What are the AHA/ACC guidelines class I recommendations for the evaluation of acute coronary syndromes (ACSs)?

Updated: Oct 01, 2020
  • Author: Walter Tan, MD, MS; Chief Editor: Eric H Yang, MD  more...
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The 2014 AHA/ACC revised guidelines include the following recommendations for evaluation of patients with suspected ACS [42] :

Class I

Patients with suspected ACS should be risk stratified based on the likelihood of ACS and adverse outcome(s) to decide on the need for hospitalization and assist in the selection of treatment options. (Level of evidence: B)

Patients with suspected ACS and high-risk features such as continuing chest pain, severe dyspnea, syncope/presyncope, or palpitations should be referred immediately to the emergency department (ED) and transported by emergency medical services when available. (Level of evidence: C)

In patients with chest pain or other symptoms suggestive of ACS, a 12-lead electrocardiogram (ECG) should be performed and evaluated for ischemic changes within 10 minutes of the patient’s arrival at an emergency facility. (Level of evidence: C)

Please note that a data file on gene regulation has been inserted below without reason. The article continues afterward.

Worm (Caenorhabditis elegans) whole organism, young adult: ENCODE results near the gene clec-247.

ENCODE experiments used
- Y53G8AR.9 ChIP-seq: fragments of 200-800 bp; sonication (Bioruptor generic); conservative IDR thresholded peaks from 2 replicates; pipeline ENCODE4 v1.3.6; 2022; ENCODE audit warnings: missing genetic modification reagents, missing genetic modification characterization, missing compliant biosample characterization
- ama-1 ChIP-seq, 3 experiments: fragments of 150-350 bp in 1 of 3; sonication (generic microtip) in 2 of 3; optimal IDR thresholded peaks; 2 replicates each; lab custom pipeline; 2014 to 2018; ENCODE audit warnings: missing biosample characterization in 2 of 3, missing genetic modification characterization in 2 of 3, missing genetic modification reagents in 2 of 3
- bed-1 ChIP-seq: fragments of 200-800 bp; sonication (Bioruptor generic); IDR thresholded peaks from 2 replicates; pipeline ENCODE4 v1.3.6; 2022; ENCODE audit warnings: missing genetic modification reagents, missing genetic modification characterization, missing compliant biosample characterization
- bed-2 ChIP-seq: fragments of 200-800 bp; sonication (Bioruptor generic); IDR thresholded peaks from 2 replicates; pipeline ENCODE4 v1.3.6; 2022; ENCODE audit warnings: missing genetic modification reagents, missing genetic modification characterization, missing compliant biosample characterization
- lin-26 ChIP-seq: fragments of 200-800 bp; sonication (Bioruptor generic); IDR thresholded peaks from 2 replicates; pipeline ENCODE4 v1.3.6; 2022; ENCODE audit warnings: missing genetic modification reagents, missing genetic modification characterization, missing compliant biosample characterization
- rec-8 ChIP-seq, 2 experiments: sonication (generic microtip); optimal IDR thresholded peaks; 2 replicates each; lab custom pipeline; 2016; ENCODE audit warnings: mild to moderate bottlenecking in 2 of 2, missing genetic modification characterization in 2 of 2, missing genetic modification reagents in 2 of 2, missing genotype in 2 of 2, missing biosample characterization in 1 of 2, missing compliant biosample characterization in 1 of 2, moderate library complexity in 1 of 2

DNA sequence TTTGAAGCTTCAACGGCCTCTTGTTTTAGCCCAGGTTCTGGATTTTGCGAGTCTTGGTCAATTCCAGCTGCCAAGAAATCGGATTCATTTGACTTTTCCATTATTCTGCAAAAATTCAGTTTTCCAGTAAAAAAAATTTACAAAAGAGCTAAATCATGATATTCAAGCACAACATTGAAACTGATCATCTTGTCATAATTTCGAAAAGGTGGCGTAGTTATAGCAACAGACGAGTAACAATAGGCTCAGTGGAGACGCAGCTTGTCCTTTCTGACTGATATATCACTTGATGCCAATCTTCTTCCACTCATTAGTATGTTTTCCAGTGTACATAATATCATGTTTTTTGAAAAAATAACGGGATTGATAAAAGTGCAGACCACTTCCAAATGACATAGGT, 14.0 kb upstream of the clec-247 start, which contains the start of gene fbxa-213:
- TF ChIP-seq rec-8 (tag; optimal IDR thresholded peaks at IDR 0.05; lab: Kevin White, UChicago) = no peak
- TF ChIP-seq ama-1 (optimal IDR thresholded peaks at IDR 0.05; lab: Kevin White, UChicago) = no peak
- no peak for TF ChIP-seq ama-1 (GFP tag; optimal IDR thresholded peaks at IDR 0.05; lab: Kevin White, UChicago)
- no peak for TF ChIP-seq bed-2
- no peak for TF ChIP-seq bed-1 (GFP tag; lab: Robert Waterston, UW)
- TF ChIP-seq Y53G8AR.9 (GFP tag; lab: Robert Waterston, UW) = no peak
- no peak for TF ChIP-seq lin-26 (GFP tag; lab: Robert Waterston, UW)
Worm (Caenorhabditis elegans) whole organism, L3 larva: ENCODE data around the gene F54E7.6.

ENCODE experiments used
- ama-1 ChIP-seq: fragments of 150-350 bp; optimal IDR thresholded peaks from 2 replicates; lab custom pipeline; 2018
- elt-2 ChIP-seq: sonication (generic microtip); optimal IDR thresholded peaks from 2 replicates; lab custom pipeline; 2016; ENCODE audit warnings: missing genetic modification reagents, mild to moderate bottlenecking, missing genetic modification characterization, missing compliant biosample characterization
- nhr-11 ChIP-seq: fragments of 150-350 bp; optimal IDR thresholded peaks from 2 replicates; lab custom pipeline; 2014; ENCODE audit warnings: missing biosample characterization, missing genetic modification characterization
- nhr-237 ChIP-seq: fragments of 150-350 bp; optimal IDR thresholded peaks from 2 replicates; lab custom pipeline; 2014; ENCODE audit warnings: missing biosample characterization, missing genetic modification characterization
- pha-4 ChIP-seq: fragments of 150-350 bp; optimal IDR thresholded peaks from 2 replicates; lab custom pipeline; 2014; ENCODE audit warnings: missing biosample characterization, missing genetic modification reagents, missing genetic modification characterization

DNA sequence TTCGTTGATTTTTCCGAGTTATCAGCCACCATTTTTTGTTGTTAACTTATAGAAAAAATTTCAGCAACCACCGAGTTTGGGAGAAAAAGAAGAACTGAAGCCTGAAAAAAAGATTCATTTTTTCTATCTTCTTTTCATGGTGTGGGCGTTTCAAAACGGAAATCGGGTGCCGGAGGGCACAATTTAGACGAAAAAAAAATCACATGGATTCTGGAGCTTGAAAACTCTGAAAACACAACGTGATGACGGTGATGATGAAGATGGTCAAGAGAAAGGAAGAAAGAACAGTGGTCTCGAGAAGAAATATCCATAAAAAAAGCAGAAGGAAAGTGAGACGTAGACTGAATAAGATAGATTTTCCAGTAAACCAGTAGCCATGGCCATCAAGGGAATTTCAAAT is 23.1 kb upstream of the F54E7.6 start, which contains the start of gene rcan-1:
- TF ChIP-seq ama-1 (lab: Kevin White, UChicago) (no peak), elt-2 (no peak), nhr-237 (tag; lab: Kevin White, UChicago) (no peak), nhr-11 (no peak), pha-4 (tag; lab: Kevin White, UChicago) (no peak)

Serial ECGs (eg, 15- to 30-minute intervals during the first hour) should be performed to detect ischemic changes if the initial ECG is not diagnostic but the patient remains symptomatic. (Level of evidence: C)

Serial cardiac troponin I or T levels (when a contemporary assay is used) should be obtained at presentation and 3 to 6 hours after symptom onset in all patients who present with symptoms consistent with ACS to identify a rising and/or falling pattern of values. If the time of symptom onset is ambiguous, the time of presentation should be considered the time of onset for assessing troponin values. (Level of evidence: A)

Additional troponin levels should be obtained beyond 6 hours after symptom onset in patients with normal troponin levels on serial examination when changes on ECG and/or clinical presentation confer an intermediate or high index of suspicion for ACS. (Level of evidence: A)

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